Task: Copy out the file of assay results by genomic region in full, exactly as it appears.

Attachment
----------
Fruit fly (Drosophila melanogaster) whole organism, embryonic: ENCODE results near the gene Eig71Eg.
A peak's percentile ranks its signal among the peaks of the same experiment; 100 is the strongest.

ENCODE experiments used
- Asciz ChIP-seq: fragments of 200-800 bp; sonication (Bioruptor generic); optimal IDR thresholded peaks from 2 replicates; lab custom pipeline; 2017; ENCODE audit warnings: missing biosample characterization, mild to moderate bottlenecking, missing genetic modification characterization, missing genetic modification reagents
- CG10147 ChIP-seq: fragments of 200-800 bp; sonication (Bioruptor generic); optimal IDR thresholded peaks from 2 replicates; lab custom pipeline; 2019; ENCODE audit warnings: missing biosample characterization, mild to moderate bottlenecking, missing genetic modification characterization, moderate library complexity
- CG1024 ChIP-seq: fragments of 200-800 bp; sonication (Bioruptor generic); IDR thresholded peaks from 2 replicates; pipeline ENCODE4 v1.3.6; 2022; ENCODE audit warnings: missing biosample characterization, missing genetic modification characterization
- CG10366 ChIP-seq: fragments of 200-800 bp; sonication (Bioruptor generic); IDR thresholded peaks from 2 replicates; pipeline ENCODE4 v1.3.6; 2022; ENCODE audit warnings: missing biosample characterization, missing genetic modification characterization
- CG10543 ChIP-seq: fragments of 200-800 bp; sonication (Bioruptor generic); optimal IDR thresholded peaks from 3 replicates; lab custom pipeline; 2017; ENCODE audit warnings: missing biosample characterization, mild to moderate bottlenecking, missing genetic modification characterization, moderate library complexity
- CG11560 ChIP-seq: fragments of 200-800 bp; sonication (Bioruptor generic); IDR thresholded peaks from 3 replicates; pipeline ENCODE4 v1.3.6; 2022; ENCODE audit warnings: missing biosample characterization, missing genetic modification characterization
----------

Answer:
Fruit fly (Drosophila melanogaster) whole organism, embryonic: ENCODE results near the gene Eig71Eg.
A peak's percentile ranks its signal among the peaks of the same experiment; 100 is the strongest.

ENCODE experiments used
- Asciz ChIP-seq: fragments of 200-800 bp; sonication (Bioruptor generic); optimal IDR thresholded peaks from 2 replicates; lab custom pipeline; 2017; ENCODE audit warnings: missing biosample characterization, mild to moderate bottlenecking, missing genetic modification characterization, missing genetic modification reagents
- CG10147 ChIP-seq: fragments of 200-800 bp; sonication (Bioruptor generic); optimal IDR thresholded peaks from 2 replicates; lab custom pipeline; 2019; ENCODE audit warnings: missing biosample characterization, mild to moderate bottlenecking, missing genetic modification characterization, moderate library complexity
- CG1024 ChIP-seq: fragments of 200-800 bp; sonication (Bioruptor generic); IDR thresholded peaks from 2 replicates; pipeline ENCODE4 v1.3.6; 2022; ENCODE audit warnings: missing biosample characterization, missing genetic modification characterization
- CG10366 ChIP-seq: fragments of 200-800 bp; sonication (Bioruptor generic); IDR thresholded peaks from 2 replicates; pipeline ENCODE4 v1.3.6; 2022; ENCODE audit warnings: missing biosample characterization, missing genetic modification characterization
- CG10543 ChIP-seq: fragments of 200-800 bp; sonication (Bioruptor generic); optimal IDR thresholded peaks from 3 replicates; lab custom pipeline; 2017; ENCODE audit warnings: missing biosample characterization, mild to moderate bottlenecking, missing genetic modification characterization, moderate library complexity
- CG11560 ChIP-seq: fragments of 200-800 bp; sonication (Bioruptor generic); IDR thresholded peaks from 3 replicates; pipeline ENCODE4 v1.3.6; 2022; ENCODE audit warnings: missing biosample characterization, missing genetic modification characterization